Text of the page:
[0108] If at least five past price fixings are known, the volatility is estimated based on the last five price fixings as well as the last price fixing at time t of the intraday trading session. In other words, whenever the sequence of historical price fixings is longer than one week, (at least 5 data samples), the daily volatility is calculated based on that period, i.e. based on {overscore (σ)}t 1−4, t 1 (p), where t1 denotes the last trading day.

[0109] At the end of the day the stock p is expected to have the volatility {overscore (σ)}t 1−4, t 1 (p), whereas at the beginning of the trading day the price differences are less compared to the full trading day.

[0110] Therefore, the daily volatility {overscore (σ)}t 1−4, t 1 (p) is scaled with a factor T(t1) depending on the last intraday price fixing t1, i.e.

[0111] σI 1 (p)={square root}{square root over (T(t 1)·(σ)}t 1−4, t 1 (p))2  (11)

[0112] If the sequence of price fixings consists of less than 5 elements and the last intraday price fixing is later than one hour from the market opening the volatility can be estimated based on the intraday sequence of price fixings. This case is usually present in an initial public offering phase.

[0113] A sequence of 5 data samples is taken from the last hour of trading and is used to calculate the volatility estimate in accordance with equation (5). This volatility estimate is denoted σ10 min.. The final intraday estimate is given by σ I 2 ( p ) = T ( t l ) · t c - t 0 t 10 · ( σ 10 min ( p , t ) ) 2 ( 12 )

[0114] where t10 is a ten minute time period, tc is the market closing time and to is the time of the market opening, preferably expressed in milliseconds.

[0115]FIG. 7 shows a database for storing data samples, such as stock market data.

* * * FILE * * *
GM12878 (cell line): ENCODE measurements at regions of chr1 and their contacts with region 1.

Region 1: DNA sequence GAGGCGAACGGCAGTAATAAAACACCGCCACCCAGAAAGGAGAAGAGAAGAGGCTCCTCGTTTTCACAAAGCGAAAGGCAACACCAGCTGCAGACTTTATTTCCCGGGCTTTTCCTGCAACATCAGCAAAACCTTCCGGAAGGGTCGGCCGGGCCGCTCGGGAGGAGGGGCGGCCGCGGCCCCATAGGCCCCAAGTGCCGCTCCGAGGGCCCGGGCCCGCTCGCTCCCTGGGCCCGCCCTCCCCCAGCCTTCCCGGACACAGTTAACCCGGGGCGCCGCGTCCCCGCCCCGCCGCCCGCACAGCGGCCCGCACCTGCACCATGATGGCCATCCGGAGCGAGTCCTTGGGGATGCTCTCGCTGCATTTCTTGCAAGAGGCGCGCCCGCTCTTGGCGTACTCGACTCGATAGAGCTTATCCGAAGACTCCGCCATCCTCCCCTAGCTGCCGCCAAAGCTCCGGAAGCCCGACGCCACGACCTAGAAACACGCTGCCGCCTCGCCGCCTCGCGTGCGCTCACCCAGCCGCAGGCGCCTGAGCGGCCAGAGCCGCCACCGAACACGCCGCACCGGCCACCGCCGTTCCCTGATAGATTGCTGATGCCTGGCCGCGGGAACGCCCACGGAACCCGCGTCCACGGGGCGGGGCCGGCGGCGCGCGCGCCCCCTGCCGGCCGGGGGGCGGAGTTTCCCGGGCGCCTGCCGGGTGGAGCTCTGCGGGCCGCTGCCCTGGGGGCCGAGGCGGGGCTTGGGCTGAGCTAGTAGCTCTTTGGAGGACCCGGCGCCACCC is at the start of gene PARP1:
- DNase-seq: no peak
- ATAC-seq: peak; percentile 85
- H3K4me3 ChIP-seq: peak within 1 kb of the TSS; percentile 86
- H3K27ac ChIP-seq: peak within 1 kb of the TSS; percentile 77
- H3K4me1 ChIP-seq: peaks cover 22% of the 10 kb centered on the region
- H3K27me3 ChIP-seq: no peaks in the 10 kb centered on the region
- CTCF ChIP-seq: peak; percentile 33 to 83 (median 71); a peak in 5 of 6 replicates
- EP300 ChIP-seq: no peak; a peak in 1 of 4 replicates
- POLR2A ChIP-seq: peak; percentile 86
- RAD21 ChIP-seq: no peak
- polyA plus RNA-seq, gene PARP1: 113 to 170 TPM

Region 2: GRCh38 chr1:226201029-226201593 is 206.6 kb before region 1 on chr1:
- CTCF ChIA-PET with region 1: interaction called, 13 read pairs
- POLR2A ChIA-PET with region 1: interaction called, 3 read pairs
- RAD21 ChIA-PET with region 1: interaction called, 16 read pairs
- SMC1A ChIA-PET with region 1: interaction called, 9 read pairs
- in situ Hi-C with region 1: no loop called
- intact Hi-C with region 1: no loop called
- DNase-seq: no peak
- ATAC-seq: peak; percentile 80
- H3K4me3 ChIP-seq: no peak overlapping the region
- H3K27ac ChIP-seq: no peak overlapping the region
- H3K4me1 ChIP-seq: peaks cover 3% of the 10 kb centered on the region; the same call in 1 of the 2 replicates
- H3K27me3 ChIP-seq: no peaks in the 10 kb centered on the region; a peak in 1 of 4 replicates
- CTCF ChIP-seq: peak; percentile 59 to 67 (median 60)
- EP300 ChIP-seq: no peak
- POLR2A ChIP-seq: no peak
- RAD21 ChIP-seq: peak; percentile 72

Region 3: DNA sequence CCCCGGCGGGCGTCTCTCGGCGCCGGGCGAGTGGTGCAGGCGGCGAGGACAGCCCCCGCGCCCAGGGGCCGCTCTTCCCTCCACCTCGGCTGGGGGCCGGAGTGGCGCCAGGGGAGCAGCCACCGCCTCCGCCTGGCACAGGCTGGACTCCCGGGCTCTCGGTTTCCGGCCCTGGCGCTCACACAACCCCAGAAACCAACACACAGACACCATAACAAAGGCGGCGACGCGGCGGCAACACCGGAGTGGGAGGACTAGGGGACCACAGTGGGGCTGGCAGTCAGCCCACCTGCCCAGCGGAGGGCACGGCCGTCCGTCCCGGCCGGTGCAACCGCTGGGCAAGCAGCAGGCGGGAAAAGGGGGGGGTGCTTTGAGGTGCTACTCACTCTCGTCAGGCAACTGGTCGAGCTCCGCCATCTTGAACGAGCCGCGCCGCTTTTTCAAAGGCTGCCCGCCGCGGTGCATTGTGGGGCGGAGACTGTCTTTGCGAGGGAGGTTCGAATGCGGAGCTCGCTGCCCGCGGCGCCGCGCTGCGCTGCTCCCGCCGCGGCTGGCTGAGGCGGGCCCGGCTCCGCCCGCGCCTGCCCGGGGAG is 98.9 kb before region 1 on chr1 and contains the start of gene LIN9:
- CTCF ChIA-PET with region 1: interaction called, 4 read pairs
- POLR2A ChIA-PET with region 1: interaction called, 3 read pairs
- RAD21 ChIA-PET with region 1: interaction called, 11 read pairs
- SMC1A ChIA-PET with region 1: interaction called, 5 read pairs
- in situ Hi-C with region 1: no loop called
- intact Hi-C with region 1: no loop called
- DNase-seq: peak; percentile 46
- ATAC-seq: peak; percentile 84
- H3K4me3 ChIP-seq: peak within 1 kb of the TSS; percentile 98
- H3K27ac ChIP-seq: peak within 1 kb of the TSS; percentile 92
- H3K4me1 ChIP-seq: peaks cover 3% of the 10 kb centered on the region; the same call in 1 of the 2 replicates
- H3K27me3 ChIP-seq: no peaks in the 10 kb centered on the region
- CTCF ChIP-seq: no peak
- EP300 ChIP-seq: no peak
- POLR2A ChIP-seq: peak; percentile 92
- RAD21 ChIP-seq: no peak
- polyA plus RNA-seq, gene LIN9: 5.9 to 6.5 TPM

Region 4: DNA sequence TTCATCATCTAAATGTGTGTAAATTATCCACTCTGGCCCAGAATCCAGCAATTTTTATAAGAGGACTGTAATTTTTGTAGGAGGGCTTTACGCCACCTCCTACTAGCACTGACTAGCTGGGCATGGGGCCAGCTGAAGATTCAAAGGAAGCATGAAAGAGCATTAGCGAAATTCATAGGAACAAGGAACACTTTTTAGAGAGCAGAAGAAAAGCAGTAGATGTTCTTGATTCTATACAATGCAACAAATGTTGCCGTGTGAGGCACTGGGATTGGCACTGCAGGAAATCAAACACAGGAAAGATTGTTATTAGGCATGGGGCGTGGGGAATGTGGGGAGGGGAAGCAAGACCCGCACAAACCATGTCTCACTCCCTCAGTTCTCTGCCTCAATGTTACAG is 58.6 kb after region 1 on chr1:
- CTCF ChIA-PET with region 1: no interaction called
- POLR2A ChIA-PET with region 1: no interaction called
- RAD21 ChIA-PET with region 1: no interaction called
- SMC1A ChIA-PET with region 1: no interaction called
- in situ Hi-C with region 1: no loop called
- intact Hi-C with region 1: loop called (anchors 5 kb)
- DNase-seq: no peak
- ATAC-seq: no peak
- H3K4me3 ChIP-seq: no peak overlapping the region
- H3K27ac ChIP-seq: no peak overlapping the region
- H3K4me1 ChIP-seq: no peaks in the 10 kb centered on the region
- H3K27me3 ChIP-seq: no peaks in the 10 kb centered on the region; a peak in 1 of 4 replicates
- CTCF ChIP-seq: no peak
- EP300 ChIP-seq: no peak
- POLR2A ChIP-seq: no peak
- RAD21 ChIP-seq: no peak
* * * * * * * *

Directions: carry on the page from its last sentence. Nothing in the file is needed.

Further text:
[0116] The structure of the database is illustrated by the hierarchical tree structure as depicted in FIG. 7. In the example considered here the tree has five levels of hierarchy, level 0 to level 4. The level 0 is the root of the tree. The level 1 corresponds to a top level geographical indication like countries. The countries contained in level 1 in the example considered here are Germany, Japan, USA and France.

[0117] The level 2 of the tree structure corresponds to specific stock market locations within a country, like Berlin, Munich, Stuttgart and Frankfurt in the case of Germany. For the purposes of clarity the corresponding locations for the other countries have been left out of FIG. 7.

[0118] The level 3 of the tree structure corresponds to the type of financial instrument or value. In the example considered here the three types are “stock option”, “stock” and “bond”.

[0119] Level 4 is the leaf-level of the tree corresponding to individual financial titles. In the case of stock the level 4 contains the ID number of the stock.

[0120] Each element of the leaf-level (level 4) contains a pointer to a directory 10. The directory 10 contains sequences of data samples for different time intervals such as the sequence S1999 of settlement prices of the stock with the ID number considered for the year 1999. Likewise the directory 10 contains corresponding sequences of data for the years 2000 and 2001 as well as sequences of intraday price fixings of the last couple of trading days.

[0121] The respective sequences are ordered in a time series. Preferably this is accomplished by storing the data samples in the same sequence as they become available and providing the data samples with a time stamp.

[0122]FIG. 8 shows a computer system comprising a server computer 11 and a client computer 12. The server computer 11 and the client computer 12 can be coupled by one or more Internet connections 13 via the Internet 14.